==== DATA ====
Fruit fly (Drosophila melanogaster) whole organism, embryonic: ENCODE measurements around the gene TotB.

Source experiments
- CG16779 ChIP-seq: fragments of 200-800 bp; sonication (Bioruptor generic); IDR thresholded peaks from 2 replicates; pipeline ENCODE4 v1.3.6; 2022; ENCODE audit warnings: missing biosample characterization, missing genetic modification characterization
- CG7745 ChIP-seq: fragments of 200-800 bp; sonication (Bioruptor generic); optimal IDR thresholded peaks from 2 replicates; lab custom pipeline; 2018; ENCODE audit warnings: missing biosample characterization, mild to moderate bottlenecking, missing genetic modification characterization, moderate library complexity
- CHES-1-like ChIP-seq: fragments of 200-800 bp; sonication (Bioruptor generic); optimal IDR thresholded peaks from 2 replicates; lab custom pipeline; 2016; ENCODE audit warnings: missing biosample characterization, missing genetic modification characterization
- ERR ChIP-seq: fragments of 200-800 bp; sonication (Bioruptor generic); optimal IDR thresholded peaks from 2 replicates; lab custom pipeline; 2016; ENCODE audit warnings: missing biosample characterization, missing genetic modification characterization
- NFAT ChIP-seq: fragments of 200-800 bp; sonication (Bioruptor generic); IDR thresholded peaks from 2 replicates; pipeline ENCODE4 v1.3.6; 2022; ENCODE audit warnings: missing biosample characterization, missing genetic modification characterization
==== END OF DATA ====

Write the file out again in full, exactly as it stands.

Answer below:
Fruit fly (Drosophila melanogaster) whole organism, embryonic: ENCODE measurements around the gene TotB.

Source experiments
- CG16779 ChIP-seq: fragments of 200-800 bp; sonication (Bioruptor generic); IDR thresholded peaks from 2 replicates; pipeline ENCODE4 v1.3.6; 2022; ENCODE audit warnings: missing biosample characterization, missing genetic modification characterization
- CG7745 ChIP-seq: fragments of 200-800 bp; sonication (Bioruptor generic); optimal IDR thresholded peaks from 2 replicates; lab custom pipeline; 2018; ENCODE audit warnings: missing biosample characterization, mild to moderate bottlenecking, missing genetic modification characterization, moderate library complexity
- CHES-1-like ChIP-seq: fragments of 200-800 bp; sonication (Bioruptor generic); optimal IDR thresholded peaks from 2 replicates; lab custom pipeline; 2016; ENCODE audit warnings: missing biosample characterization, missing genetic modification characterization
- ERR ChIP-seq: fragments of 200-800 bp; sonication (Bioruptor generic); optimal IDR thresholded peaks from 2 replicates; lab custom pipeline; 2016; ENCODE audit warnings: missing biosample characterization, missing genetic modification characterization
- NFAT ChIP-seq: fragments of 200-800 bp; sonication (Bioruptor generic); IDR thresholded peaks from 2 replicates; pipeline ENCODE4 v1.3.6; 2022; ENCODE audit warnings: missing biosample characterization, missing genetic modification characterization